Deep strip or trenchfill foundations have narrower trenches filled with concrete to within two brick courses of finished ground level. Accuracy is important if walls are to be central and although materials for this type of foundation are more expensive, it is much easier and takes considerably less time to construct. Deep strip foundations can also be reinforced and they are accepted as a suitable alternative to wide strip foundations in soft clay subsoil. They should be at least 400mm wide and 900mm deep.

Raft

Raft foundations cover an area at least the same sizes as the base of the building. They are used on soft compressible subsoil such as soft clay or peat. However, it is important that they are well reinforced to resist the effect of ground movement and the raft should also be constructed with an apron edge so that it doesnít slide.

On a recent self build I visited, it was calculated that on the raft foundation alone there was a weight of 400 Tons only counting the crushed limestone and concrete.

Pile

Pile foundations are used to support buildings in subsoil conditions such as shrinkable clays, infill or waste tips, slopes and sites with a high water table in a poorly drained region. They are a substitute where conventional foundations would need to be so deep that they would be uneconomical. In effect, a basic pile foundation is a series of stilts or columns, which rest on a solid, load bearing layer of the soil up to 4m below the surface. Beyond this depth, the expense usually becomes prohibitive for small build projects although there are self-builders that have completed a project to budget with piles going down 10m. The piles may either be precast, or cast in situ, ie: on the site.

 

Site Preperation

So you've bought your plot and are about to embark on your selfbuild. But where do you begin?
The first thing you can do is clear the plot. After all, you don't have to have much expertise to tidy up the site.
Before felling any large trees, make sure it is okay with the local planners. Some are protected. Also try to understand some of the "locals around your plot". If you upset them or they find out that you are going to cut down some of the trees, there will be a Tree Preservation Order TPO on them very quickly. An acquaintance told me that he had told a friendly neighbour that he was going to put in for planning permission in his garden and before he could apply there was a TPO put on a tree which made planning permission impossible.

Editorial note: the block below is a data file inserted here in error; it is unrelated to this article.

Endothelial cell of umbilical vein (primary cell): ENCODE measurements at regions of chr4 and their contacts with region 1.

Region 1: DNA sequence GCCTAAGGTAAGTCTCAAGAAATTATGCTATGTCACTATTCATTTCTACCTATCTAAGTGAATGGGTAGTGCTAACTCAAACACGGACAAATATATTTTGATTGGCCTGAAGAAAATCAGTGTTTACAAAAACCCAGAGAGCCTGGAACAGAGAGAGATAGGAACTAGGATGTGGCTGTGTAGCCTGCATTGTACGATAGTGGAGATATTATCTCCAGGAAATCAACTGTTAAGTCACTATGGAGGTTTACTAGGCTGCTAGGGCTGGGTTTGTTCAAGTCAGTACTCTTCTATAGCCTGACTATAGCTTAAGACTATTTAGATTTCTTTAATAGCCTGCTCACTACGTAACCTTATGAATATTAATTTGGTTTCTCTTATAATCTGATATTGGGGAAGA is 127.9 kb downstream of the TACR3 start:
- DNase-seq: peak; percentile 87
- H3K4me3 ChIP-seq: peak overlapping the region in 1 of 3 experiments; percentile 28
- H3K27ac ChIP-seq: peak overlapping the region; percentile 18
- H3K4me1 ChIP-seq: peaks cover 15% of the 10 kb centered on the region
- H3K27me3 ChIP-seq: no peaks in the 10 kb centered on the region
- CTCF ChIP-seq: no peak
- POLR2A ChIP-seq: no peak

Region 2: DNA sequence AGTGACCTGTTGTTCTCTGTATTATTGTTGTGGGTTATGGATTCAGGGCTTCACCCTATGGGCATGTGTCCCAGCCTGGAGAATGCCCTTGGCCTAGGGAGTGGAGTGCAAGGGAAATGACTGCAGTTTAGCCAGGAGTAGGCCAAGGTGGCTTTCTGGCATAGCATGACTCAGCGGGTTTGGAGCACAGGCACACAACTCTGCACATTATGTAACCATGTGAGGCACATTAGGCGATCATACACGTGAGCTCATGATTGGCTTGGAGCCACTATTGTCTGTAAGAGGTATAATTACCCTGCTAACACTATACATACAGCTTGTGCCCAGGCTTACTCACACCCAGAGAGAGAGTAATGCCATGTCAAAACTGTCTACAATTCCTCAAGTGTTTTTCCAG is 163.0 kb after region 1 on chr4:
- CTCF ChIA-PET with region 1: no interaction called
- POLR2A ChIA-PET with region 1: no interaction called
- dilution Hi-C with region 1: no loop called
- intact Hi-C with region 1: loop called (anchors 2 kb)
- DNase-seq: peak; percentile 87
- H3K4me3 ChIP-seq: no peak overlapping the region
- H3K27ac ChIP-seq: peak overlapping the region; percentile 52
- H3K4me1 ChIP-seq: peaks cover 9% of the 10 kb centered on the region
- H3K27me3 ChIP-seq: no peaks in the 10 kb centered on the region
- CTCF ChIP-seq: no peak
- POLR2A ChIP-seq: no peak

Remember, a chainsaw is a potentially lethal tool, capable of inflicting horrible injuries. If you have never used one, it is essential you undergo some training.
For large trees it is probably advisable to call in a tree surgeon. If you have a log burner or open fire, the money can probably be recouped by getting him to log up the felled timber.
Don't cut large trees down to ground level. Leaving a couple of feet of stump exposed makes it easier to pull out the roots with a JCB.
The removal of trees can create problems in clay soil. Leave it as long as you can before laying your foundations to allow the ground to come to a new equilibrium. If that's not possible you may have to dig deeper foundations to allow for what is known in the trade as "heave".
If there is debris on your site, it will be well worth hiring a skip. These vary considerably in price so it is worth shopping round. If you live close to a refuse site, it may be worth investing in a tow hitch for your car. You will congratulate yourself later when it comes to buying materials.
Asbestos was a common building material for old sheds and outbuildings and this needs special treatment if you find it on your plot. Talk with your local council for disposing of it correctly.

Before you call in the builders or order materials, make sure you have planned where you will put everything during the build. Is there proper access to your plot? What size lorry can deliver on site? Allow plenty of room for lorries to manoeuvre for unloading If you don't yet have a proper driveway, it may be worth putting down some hardcore, particularly if you have clay soil. This is essential in winter. You can do this yourself, either by hand or by hiring a mini- digger from a plant hire shop (around £50 a day). When organising your site, don't forget to allow about a metre around the footprint for scaffolding. Bricks and blocks, particularly on smaller sites, should be delivered early and stacked at the back of the plot. The front will be cluttered enough later on.